Utah’s coronavirus website had more tracking technology than almost any other state’s COVID-19 site in the nation, according to an analysis by digital industry watchdogs.
Internet privacy experts say the large number of cookies and ad trackers on utah.coronavirus.gov could allow data-mining companies to exploit citizens — but state officials say the tracking was there only to gauge users’ interaction with the content, allowing the state to learn which public health messages are working.
However, the number of cookies dropped to 10 on Thursday or Friday, after The Salt Lake Tribune inquired about the cookies and ad trackers.
The Blacklight scan of Utah’s coronavirus website showed tracking technology connected to Facebook; Alphabet, which is the parent company of Google; Snap Inc., which owns Snapchat; Twitter; LinkedIn; and Tapad Inc., which sells software that analyzes user data to identify when multiple devices are used by the same person and target advertising to them. Those companies were still listed as having tracking data on the Utah site as of Friday.
Before 12 cookies were eliminated from Utah’s site, only Hawaii’s coronavirus website had more tracking technology, with 18 ad trackers and 48 third-party cookies. As of Friday, New Jersey also had more, with 11 ad trackers and 12 cookies.
The Markup in March analyzed the vaccine portals and informational websites of all 50 states, and found that the sites on average hosted 2.8 ad trackers and 3.4 third-party cookies: digital information that websites send to a visitor’s device that allows the device to be recognized in the future.
Sometimes these features allow site owners to see how individual users interact with the site, what parts of it they find most engaging, and which visitors are returning as opposed to visiting for the first time. Other times, they allow not just the site’s owner but other businesses to gather information about what a user appears to be interested in as they browse the internet, and use that information to target marketing to them.
The cookies and ad trackers on coronavirus.utah.gov all are linked to the first type of use, said Tom Hudachko, spokesman for the Utah Department of Health.
“The web trackers are used only for analytics purposes. We have a lot of videos on the site, and we use trackers to determine which videos and which types of content are most popular so we can better target and create public messaging,” Hudachko said.
The information the tracking technology gathers is used by UDOH, the Governor’s Office of Economic Development and Penna Powers — the Salt Lake City marketing firm that produces the state’s COVID-19 outreach campaign, Hudachko said.
But internet privacy advocates say government entities in particular should be more cautious when tracking data about residents, who likely are unaware that visiting a public health website could put them in contact with private tech companies.
“How many Utahns know that they just shared data with a whole bunch of companies?” asked Lee Tien, an attorney for the Electronic Frontier Foundation. “Our federal government or state government or city government, whom we pay taxes to and who are supposed to be providing services to citizens — I don’t believe they should be in the business of surreptitiously feeding any commercial entities with that data, that we as citizens think we’re only giving up in order to get a service from our government.”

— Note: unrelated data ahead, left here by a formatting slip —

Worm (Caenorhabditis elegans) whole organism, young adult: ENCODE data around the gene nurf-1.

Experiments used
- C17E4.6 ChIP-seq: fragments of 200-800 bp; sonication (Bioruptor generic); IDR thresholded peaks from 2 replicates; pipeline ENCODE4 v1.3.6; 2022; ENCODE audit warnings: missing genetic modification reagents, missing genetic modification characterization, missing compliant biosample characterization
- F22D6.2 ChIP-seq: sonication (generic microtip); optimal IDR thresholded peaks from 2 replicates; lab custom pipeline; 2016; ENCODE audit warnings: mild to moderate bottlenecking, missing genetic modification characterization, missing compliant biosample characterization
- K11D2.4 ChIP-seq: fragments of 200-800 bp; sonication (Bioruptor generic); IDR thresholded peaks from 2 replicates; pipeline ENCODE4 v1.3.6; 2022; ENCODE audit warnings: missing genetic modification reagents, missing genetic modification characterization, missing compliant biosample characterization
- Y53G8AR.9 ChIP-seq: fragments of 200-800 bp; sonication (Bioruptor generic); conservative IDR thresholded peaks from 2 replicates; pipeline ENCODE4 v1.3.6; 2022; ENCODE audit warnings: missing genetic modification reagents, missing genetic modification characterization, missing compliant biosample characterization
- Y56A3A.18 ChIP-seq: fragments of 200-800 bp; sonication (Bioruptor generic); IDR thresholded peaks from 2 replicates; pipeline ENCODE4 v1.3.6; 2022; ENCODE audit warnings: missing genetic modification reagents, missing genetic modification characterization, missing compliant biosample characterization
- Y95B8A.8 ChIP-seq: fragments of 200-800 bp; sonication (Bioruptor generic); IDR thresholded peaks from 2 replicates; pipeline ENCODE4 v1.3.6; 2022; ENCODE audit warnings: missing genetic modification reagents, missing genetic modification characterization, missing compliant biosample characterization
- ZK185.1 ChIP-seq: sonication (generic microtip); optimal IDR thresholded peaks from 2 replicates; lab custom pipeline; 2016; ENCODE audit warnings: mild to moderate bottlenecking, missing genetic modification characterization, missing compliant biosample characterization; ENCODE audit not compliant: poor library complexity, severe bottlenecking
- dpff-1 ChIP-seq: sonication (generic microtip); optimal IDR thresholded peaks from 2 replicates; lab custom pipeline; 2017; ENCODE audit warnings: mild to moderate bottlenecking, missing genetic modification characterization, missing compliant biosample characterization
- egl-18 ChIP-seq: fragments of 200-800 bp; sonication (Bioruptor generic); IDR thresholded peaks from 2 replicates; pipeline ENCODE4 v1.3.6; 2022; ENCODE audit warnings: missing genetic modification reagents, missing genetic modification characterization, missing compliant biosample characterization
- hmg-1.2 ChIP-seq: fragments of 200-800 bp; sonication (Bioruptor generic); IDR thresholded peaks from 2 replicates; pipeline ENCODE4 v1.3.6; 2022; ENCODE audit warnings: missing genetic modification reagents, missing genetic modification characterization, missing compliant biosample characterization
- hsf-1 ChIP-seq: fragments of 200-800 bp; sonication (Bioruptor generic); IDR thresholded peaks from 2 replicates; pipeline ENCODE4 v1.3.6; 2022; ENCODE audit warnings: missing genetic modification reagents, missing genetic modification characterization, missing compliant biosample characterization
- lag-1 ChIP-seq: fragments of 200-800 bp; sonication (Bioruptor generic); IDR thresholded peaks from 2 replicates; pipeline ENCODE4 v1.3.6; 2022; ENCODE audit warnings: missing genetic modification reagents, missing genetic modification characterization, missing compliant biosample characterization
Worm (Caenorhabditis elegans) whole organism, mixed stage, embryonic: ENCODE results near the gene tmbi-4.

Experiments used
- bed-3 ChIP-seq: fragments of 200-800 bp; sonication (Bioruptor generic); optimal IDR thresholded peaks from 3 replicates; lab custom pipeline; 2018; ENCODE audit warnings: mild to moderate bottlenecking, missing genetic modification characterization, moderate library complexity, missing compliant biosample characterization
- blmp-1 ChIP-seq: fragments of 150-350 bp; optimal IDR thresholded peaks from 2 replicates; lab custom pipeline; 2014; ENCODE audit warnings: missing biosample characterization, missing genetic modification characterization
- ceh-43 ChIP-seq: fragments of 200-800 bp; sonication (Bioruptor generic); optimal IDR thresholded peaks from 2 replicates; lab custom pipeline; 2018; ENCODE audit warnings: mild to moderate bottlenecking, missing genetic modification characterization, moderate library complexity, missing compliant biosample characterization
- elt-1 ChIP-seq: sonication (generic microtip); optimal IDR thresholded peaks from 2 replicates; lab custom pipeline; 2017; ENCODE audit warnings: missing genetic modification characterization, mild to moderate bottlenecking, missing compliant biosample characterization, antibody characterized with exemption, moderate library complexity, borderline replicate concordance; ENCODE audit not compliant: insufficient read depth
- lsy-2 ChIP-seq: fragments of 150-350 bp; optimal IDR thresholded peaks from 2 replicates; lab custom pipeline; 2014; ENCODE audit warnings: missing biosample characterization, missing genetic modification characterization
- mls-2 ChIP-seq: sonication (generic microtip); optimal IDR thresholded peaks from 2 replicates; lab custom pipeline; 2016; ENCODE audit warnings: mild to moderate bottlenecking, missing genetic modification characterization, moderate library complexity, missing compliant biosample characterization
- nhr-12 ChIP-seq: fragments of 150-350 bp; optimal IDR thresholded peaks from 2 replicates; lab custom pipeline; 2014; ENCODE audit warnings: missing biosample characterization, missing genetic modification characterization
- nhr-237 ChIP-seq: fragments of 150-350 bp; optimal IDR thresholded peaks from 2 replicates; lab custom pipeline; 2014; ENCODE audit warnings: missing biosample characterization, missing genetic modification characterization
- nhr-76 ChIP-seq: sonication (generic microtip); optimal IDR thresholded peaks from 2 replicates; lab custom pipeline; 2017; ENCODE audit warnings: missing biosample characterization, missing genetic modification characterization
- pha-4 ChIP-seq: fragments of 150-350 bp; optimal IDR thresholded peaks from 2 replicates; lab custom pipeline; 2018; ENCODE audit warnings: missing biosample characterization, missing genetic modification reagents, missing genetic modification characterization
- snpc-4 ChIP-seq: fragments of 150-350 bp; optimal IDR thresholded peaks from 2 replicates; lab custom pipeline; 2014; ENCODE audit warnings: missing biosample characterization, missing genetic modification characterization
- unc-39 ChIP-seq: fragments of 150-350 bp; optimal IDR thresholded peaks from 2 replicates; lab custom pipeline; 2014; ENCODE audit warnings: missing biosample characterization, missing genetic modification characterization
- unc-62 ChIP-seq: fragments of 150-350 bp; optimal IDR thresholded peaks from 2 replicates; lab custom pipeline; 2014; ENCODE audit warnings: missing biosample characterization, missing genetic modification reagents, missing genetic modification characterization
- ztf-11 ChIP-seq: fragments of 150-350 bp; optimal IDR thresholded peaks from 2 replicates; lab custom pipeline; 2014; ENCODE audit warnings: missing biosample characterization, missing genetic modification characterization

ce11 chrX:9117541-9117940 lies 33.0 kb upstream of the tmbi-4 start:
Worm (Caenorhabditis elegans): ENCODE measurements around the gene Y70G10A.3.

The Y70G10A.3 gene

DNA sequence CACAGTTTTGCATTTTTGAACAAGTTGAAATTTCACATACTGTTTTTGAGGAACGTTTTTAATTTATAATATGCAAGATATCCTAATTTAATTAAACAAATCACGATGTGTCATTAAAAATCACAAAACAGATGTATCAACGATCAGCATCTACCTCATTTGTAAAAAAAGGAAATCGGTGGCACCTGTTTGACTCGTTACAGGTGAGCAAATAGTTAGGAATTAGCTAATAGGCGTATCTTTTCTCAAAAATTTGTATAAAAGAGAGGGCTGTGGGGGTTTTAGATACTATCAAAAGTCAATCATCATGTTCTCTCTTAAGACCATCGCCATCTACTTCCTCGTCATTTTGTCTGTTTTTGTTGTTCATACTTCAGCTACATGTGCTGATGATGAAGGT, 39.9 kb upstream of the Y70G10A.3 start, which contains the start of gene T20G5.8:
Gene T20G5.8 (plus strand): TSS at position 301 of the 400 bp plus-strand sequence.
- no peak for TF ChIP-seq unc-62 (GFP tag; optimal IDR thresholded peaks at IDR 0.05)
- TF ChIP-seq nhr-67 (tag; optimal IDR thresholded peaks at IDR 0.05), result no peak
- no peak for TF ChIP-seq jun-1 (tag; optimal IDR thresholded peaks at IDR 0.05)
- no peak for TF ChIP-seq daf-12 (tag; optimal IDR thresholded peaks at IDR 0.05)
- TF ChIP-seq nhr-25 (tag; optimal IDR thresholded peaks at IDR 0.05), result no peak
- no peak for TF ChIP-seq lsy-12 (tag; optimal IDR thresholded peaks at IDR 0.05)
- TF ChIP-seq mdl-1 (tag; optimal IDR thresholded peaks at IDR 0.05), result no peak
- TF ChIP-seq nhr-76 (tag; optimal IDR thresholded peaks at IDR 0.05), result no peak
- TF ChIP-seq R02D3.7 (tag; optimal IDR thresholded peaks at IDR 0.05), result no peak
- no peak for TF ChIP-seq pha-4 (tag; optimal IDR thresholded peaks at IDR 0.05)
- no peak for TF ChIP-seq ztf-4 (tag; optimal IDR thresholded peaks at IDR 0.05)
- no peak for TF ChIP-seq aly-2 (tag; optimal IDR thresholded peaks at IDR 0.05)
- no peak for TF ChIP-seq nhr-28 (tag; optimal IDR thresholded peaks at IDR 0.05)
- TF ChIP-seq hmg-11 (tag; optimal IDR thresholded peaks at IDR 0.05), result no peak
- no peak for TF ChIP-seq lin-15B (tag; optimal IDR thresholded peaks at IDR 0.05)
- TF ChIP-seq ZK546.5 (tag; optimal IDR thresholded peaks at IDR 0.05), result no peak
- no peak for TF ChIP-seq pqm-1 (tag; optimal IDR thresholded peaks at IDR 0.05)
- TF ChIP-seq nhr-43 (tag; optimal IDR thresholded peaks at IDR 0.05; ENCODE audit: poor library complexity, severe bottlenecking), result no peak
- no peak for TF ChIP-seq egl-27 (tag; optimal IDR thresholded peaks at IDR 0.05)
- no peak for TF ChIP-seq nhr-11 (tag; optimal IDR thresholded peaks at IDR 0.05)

Tien said it’s particularly exploitative when the service residents are seeking is access to a vaccine that prevents a deadly disease.
“This pandemic has raised a lot of issues about the disposition of the data that are really important,” he said.
Nevada had been the state with the most tracking technology on its COVID-19 vaccination site, but the state eliminated many of those after The Markup’s review. Officials who operate the Nevada site told The Associated Press there were several outdated cookies, as well as some ad trackers used to gauge the effectiveness of ads the state created to promote the vaccine. Some of the tracking also appeared in connection with links to social media sites.
After eliminating several of the tracking mechanisms, legislators in Nevada introduced legislation to extend regulations covering commercial sites to cover government sites as well.
Tracking technology is common in private and commercial websites. The Tribune’s sltrib.com, for example, had 31 ad trackers and 98 cookies, Blacklight showed. The Deseret News had 34 ad trackers and 110 cookies. KSL.com had eight ad trackers and 13 cookies, with 11 ad trackers and 8 cookies at FOX13now.com. KUTV.com had 34 ad trackers and 71 cookies, while ABC4.com had 25 ad trackers and 41 cookies.
But tracking technology is different on the website of a private entity because visitors expect it, Tien argues.
“The thing about commercial sites is, we can see there’s a lot of tracking there. We know there’s a lot of tracking there. Well, it’s a commercial website. They’re trying to make money. It kind of makes sense.”
Scans of Utah’s local health department websites also showed some tracking technology, though not as many as the state site. The Southeast Utah Health Department site had six third-party cookies, Blacklight showed. The TriCounty Health Department of eastern Utah had two ad trackers and four third-party cookies.
Most other local health department sites had three or fewer tracking mechanisms in total.
Among the coronavirus websites created by the 50 states, 23 used no third-party cookies; five states used no cookies or third-party ad trackers.